June 20 | Displaced by Climate: The Intersection of Science, Law & Policy | Asheville, NC
Topics of the evening are to learn about how extreme and slow-onset climate change-related events influence the global movement of people within and across boundaries.
Professor Julie Maldonado, Ph.D., from the Livelihoods Knowledge Exchange Network (LiKEN), Rising Voices, and UC Santa Barbara will give a keynote address. Professor Maldonado will discuss her experiences with communities, such as the Isle de Jean Charles Tribe in Louisiana and other examples, facing climate-induced and other related drivers of displacement, while addressing the broader complex cultural, social, legal, and economic issues for climate-displaced communities. Edward Gardiner, Ph.D., from the Climate Resilience Toolkit team at NOAA will also discuss how CRT tools may be useful to such communities. More information.
Sept 17-19 | 2018 Carolinas Climate Resilience Conference | Columbia, SC
Community representatives, local, state, and federal government staff and officials, private sector representatives, practitioners, and researchers are invited to share experiences in working to increase climate resilience in the Carolinas. Sessions will cover a variety of topics from climate communications and working with diverse communities to increase resilience, to innovations in technology and financing climate adaptation. Early Bird Registration ends on August 12 while hotel room blocks end on August 10. More information.
Dec 10-14 | AGU 2018 Fall Meeting | Washington, DC
This is a unique opportunity to highlight the latest discoveries, insights, and advances for our global community of Earth and space scientists, and at the same time to raise appreciation of the value and impact of our science among world leaders in Washington, D.C. The 2018 meeting also marks the beginning of AGU’s Centennial in 2019, a time to reflect on the meaning of a century of discovery and to look ahead to the essential contributions that our science will make to understanding our world, informing policy decisions, sparking innovation, and protecting the health and welfare of people everywhere.
Abstract submissions are open until August 1. All proposals must be submitted via the online submission website. More information.
Other Upcoming Events may be highlighted in previous Newsletters. See our Newsletter Archive.
North Carolina Sea Grant and Albemarle-Pamlico National Estuary Partnership Fellowship. The fellowship will support one graduate student based in North Carolina or Virginia to conduct applied research within the North Carolina portion of the APNEP management boundary. Applications materials are due by 4 p.m. on Friday, July 27, 2018. More information.
NIMBioS Postdoctoral Fellowship in Distribution Modeling and Conservation. Applications are currently being accepted for a postdoctoral position in species distribution modeling and conservation at National Institute for Mathematical and Biological Synthesis (NIMBioS) and in the Department of Ecology & Evolutionary Biology at the University of Tennessee, Knoxville. This is a full-time, one year position. Review of applications will begin 15 June 2018 and continue until the position is filled. Ideal start date: September 1, 2018. More information.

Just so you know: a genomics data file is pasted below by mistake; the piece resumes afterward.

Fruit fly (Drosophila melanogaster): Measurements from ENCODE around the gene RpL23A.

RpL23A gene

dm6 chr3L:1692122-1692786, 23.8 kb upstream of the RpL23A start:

Conservation Applications Specialist. The Strategic Conservation Assessment (SCA) of Gulf Coast Landscapes is a 3-year collaborative project funded by the Gulf Coast Ecosystem Restoration Council (RESTORE Council) via the U.S. Department of the Interior. This project will develop a suite of tools that can be used to identify and evaluate land conservation opportunities in the Gulf Coast Region that offer the greatest potential for shared economic and ecosystem benefits. Conservation Applications Specialist will lead user support and communications efforts for the SCA project, with primary responsibility to work directly with RESTORE Council representatives and their partners to use the Conservation Prioritization Tool (CPT) and Strategic Conservation Assessment (SCA) Tool in their planning efforts. Review will begin June 30, 2018 and continue until a candidate is identified. Start date by October 1, 2018. More information.
Senior Program Officer (Social Sciences). The Gulf Research Program was established by the National Academy of Sciences to enhance oil system safety and the protection of human health and the environment in the Gulf of Mexico and other U.S. outer continental shelf areas. The Senior Program Officer is responsible for developing and managing one or more of the Gulf Research Program’s programs or projects related to community resilience, health, and well-being with minimal oversight by Director. Responsibilities: Develops program or project strategy and budget, and ensures program or project meets its stated objectives; Serves as liaison between board/committee/panel members, the National Academies, and other applicable parties; Independently supervises staff. More information.
NOAA | RESTORE Science Federal Funding Opportunity 2019
This competition is looking to fund ~6 projects for 5 years with a possible 5 year renewal. Projects should be focused on trends in living coastal and marine resources with an emphasis on interactions among multiple species, impacts of weather events or climate, and/or economic activity. A pre-proposal is required for applying to this Announcement. The deadline for receipt of a pre-proposal is July 30, 2018. The deadline for receipt of full applications is October 29, 2018.
US FWS | North American Wetlands Conservation Act (NAWCA) Call for Proposals
NAWCA grants increase bird populations and wetland habitat, while supporting local economies and American traditions such as hunting, fishing, birdwatching, family farming, and cattle ranching. The application deadline is July 13, 2018. Applicants are encouraged to contact the coordinator of the joint venture region in which your project is located early in the process for guidance on developing your project and proposal.